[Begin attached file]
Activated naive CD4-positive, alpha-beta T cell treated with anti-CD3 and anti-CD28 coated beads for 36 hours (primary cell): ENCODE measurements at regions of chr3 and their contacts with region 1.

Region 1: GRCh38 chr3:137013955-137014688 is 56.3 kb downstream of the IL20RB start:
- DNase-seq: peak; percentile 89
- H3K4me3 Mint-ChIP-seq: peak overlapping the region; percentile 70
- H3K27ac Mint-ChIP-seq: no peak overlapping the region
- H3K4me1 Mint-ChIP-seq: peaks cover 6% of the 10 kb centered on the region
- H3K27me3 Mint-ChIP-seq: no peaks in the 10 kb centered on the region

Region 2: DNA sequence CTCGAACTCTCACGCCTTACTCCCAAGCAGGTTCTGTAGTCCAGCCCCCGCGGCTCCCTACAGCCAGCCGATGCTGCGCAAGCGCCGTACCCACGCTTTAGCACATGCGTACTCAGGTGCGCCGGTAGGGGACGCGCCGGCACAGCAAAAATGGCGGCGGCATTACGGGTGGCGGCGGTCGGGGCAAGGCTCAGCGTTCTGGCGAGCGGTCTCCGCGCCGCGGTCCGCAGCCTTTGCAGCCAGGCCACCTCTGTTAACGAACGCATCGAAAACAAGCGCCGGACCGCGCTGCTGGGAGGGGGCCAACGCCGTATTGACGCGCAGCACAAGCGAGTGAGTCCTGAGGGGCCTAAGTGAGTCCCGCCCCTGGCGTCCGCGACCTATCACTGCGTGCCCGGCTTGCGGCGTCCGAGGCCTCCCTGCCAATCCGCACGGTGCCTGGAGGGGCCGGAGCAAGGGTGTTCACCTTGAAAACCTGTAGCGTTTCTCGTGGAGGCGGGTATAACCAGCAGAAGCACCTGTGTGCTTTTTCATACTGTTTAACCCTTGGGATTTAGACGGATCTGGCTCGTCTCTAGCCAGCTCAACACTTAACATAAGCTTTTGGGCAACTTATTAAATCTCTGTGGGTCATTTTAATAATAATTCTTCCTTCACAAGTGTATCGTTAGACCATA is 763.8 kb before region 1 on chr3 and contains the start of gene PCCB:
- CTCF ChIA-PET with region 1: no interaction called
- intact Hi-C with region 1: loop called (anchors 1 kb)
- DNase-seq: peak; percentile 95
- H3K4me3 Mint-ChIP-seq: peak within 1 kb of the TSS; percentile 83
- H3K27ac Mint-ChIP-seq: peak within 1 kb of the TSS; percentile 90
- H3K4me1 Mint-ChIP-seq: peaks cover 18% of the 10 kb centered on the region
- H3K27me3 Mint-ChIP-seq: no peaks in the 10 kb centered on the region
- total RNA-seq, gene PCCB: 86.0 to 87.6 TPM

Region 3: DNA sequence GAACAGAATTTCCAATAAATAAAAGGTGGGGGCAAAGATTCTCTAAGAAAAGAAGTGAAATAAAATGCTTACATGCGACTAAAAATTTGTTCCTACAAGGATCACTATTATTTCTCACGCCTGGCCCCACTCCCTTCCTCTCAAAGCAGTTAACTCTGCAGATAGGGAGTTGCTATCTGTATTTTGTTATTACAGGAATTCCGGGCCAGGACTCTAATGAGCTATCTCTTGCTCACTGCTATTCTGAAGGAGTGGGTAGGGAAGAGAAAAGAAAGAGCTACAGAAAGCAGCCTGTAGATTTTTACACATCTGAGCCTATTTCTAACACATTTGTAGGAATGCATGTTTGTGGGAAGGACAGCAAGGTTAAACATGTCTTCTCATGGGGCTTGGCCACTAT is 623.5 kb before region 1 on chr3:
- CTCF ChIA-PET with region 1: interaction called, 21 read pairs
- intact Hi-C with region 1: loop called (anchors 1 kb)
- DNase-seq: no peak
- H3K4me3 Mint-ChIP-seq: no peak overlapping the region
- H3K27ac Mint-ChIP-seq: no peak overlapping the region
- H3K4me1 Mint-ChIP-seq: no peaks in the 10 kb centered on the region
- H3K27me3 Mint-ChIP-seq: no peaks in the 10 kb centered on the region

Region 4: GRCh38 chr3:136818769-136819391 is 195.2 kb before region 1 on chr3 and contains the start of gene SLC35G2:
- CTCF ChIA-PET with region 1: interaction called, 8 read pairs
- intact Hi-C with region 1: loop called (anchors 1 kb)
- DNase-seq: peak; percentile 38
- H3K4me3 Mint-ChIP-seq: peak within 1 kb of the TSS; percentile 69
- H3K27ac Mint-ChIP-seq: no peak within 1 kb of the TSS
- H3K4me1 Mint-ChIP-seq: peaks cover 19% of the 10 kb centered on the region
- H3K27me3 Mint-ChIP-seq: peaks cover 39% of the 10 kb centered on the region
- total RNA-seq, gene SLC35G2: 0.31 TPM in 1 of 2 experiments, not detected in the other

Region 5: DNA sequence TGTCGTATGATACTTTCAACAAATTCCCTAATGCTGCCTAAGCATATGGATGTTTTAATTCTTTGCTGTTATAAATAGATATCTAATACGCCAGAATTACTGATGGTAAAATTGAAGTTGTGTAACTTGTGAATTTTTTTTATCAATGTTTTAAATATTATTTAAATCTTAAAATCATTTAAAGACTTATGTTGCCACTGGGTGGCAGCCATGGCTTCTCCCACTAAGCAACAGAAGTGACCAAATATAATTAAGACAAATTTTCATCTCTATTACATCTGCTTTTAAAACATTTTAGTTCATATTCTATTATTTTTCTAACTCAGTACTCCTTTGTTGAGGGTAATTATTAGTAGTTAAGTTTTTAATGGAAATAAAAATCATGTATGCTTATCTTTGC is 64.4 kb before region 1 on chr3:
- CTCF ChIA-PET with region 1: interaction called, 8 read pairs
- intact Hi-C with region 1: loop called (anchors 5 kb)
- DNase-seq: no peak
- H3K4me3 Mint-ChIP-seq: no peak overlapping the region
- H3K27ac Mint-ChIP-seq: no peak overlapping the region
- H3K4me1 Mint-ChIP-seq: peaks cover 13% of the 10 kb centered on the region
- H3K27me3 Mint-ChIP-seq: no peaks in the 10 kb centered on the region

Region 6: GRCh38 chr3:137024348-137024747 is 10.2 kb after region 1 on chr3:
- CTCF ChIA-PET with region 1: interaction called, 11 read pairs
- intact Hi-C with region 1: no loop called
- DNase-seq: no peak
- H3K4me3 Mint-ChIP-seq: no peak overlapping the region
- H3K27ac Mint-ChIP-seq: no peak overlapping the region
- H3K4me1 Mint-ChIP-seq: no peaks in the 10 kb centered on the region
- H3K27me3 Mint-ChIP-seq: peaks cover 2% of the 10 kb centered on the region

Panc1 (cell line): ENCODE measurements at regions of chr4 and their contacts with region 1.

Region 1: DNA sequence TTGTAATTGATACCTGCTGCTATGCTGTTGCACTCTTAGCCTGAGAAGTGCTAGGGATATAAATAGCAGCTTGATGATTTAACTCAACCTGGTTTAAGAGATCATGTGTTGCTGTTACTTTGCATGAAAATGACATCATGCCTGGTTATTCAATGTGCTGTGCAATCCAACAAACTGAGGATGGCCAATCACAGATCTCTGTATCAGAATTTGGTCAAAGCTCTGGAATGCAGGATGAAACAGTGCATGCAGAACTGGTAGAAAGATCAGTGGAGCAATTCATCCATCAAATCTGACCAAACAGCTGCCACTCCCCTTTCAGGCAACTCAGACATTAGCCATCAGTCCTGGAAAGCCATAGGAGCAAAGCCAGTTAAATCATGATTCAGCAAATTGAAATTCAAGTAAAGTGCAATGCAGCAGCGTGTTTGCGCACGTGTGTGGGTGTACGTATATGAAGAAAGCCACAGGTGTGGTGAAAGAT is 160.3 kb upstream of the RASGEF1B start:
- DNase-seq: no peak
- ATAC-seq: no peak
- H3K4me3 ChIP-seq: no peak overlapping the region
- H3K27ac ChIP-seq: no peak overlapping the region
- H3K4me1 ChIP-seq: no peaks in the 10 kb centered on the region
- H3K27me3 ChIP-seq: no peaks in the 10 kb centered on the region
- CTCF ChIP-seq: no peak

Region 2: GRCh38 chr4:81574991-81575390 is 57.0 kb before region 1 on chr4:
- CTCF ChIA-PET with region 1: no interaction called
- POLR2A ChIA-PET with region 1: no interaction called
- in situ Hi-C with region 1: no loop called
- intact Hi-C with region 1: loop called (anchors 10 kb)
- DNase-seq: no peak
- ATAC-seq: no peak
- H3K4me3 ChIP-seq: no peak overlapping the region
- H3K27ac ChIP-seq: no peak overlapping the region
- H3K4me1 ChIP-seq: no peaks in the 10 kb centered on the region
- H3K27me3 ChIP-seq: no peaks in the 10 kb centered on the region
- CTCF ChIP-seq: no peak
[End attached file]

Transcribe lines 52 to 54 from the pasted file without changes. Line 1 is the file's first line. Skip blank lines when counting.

- DNase-seq: no peak
- ATAC-seq: no peak
- H3K4me3 ChIP-seq: no peak overlapping the region